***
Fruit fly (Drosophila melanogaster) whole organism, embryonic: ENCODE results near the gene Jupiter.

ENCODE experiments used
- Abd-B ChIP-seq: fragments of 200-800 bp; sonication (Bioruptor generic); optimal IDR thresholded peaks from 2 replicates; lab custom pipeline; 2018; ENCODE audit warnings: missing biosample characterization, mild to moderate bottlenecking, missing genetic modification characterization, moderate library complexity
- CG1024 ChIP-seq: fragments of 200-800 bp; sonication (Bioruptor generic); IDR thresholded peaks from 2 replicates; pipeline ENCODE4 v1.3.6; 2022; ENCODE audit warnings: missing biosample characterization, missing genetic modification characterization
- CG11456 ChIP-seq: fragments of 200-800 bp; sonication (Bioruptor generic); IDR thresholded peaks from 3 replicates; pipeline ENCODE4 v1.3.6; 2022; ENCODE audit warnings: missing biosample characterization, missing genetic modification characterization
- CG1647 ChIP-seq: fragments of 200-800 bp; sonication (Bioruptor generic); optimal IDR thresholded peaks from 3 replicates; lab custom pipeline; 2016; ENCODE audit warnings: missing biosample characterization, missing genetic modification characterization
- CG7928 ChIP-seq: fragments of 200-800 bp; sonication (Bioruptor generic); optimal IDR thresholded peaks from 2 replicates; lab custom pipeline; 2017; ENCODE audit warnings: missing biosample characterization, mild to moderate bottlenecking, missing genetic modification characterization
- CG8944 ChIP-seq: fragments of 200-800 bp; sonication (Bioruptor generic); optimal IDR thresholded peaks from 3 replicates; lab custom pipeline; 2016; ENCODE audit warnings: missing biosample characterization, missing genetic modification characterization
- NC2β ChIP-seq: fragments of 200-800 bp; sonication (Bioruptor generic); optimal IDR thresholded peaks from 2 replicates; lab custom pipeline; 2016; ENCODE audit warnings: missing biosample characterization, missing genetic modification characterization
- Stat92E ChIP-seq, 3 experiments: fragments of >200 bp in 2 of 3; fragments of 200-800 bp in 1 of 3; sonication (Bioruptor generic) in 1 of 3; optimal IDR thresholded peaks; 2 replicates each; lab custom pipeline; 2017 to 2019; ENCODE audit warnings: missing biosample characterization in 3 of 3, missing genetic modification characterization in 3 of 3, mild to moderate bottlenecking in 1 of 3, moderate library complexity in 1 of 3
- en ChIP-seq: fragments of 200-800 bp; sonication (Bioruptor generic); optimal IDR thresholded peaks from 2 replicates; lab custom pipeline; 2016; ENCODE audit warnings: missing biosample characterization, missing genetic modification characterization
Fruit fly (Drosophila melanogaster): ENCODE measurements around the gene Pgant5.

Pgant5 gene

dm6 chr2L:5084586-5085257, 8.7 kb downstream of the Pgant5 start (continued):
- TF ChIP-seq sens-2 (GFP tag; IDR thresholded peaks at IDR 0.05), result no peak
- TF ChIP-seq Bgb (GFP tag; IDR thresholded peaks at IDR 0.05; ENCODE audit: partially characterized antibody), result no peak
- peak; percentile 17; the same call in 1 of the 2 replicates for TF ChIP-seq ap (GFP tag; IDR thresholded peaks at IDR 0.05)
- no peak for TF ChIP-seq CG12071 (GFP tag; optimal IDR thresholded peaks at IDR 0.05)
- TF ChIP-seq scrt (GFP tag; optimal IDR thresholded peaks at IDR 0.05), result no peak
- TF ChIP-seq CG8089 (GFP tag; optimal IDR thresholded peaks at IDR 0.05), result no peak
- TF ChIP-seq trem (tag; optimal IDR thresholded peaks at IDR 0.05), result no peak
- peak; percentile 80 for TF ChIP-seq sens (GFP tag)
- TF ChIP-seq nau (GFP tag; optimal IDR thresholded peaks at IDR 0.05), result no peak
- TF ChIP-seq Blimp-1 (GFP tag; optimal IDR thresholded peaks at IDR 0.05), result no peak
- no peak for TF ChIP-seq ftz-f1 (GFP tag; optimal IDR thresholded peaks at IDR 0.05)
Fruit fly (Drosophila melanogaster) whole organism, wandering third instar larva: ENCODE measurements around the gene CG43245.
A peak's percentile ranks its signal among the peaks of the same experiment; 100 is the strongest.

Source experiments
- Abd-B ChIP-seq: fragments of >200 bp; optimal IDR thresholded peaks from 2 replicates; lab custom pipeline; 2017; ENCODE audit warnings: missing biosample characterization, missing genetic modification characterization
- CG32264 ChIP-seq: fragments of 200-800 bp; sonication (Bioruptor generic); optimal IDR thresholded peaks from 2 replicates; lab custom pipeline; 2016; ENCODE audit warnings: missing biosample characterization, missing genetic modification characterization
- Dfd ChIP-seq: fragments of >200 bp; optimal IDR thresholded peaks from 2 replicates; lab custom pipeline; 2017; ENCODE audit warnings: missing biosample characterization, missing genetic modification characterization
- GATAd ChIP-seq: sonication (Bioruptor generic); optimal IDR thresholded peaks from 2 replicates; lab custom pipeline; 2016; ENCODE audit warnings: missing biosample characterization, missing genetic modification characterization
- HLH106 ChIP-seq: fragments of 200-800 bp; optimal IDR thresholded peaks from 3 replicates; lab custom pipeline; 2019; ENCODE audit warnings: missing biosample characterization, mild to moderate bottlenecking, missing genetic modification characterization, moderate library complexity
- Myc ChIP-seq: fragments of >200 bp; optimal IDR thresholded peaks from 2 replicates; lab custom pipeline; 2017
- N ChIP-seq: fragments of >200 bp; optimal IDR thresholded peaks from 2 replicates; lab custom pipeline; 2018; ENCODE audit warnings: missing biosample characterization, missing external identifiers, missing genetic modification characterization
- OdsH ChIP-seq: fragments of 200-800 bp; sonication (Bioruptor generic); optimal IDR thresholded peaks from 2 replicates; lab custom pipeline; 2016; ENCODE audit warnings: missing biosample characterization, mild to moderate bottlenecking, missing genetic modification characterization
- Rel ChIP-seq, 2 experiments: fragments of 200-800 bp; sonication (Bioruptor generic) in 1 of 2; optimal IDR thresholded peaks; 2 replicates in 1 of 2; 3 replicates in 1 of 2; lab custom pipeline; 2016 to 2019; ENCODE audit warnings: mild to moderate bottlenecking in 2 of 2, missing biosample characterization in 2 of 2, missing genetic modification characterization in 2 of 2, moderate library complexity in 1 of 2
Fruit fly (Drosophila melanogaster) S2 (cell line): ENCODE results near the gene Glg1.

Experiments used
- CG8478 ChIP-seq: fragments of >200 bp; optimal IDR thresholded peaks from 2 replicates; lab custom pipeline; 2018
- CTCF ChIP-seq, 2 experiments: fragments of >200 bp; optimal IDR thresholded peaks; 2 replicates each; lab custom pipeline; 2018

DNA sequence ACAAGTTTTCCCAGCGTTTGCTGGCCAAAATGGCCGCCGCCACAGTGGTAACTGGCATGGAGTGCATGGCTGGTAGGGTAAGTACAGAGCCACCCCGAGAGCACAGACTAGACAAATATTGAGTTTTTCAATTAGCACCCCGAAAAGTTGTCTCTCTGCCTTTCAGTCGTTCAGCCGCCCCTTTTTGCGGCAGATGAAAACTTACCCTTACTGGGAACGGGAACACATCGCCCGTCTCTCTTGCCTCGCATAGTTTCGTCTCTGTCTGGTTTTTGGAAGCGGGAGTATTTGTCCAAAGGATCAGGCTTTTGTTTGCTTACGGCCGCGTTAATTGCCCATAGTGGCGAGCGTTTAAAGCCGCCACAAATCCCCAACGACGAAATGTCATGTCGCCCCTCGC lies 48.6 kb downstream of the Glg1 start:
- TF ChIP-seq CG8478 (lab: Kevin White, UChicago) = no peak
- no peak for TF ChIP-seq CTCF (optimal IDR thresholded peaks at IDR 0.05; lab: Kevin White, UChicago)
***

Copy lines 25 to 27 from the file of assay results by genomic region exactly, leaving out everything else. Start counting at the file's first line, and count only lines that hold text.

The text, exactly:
- no peak for TF ChIP-seq ftz-f1 (GFP tag; optimal IDR thresholded peaks at IDR 0.05)
Fruit fly (Drosophila melanogaster) whole organism, wandering third instar larva: ENCODE measurements around the gene CG43245.
A peak's percentile ranks its signal among the peaks of the same experiment; 100 is the strongest.